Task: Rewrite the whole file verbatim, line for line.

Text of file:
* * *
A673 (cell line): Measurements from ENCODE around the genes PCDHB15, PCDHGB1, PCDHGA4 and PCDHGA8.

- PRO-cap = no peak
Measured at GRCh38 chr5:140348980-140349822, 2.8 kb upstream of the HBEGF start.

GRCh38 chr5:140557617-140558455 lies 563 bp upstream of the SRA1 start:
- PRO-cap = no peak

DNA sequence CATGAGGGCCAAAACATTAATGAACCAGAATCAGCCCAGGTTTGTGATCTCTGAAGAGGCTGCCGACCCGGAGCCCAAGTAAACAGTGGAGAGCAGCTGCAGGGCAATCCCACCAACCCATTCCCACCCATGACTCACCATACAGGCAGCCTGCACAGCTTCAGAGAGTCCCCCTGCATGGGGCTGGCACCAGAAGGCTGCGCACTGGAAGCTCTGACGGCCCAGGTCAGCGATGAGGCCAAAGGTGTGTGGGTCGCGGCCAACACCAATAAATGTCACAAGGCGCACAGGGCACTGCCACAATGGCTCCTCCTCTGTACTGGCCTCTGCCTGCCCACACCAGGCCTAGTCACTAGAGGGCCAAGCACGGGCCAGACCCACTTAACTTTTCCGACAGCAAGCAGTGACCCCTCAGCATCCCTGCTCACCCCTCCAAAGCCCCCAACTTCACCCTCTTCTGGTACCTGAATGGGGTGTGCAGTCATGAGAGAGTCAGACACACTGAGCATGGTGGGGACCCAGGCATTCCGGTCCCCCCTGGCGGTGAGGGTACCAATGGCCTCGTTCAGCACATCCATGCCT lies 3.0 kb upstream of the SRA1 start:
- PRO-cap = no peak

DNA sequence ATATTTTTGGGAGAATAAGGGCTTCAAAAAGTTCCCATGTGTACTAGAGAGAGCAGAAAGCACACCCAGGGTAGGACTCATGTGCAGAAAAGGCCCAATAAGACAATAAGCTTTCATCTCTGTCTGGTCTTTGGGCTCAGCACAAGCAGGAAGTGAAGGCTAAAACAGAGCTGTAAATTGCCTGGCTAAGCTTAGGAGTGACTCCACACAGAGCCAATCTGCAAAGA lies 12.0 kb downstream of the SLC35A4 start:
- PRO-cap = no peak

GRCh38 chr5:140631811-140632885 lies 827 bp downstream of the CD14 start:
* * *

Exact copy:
A673 (cell line): Measurements from ENCODE around the genes PCDHB15, PCDHGB1, PCDHGA4 and PCDHGA8.

- PRO-cap = no peak
Measured at GRCh38 chr5:140348980-140349822, 2.8 kb upstream of the HBEGF start.

GRCh38 chr5:140557617-140558455 lies 563 bp upstream of the SRA1 start:
- PRO-cap = no peak

DNA sequence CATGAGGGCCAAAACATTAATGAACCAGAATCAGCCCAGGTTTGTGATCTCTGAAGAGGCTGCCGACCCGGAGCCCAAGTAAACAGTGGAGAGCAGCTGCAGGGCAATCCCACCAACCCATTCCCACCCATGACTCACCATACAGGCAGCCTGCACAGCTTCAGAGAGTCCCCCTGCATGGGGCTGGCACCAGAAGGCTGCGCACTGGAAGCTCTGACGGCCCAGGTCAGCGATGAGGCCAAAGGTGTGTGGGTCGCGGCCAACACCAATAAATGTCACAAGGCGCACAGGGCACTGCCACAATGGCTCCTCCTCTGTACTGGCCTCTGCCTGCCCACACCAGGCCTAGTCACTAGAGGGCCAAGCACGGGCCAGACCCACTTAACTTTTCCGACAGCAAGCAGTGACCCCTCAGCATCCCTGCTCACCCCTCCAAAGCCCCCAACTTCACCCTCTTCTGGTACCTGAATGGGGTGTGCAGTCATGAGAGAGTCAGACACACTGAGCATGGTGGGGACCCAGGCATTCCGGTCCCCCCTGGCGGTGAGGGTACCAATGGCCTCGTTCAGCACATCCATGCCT lies 3.0 kb upstream of the SRA1 start:
- PRO-cap = no peak

DNA sequence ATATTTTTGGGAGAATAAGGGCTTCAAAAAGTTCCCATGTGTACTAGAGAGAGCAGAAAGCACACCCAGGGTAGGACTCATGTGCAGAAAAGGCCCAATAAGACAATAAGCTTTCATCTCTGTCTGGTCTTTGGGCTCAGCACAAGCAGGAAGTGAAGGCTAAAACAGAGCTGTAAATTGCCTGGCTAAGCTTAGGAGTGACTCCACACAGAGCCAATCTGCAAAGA lies 12.0 kb downstream of the SLC35A4 start:
- PRO-cap = no peak

GRCh38 chr5:140631811-140632885 lies 827 bp downstream of the CD14 start: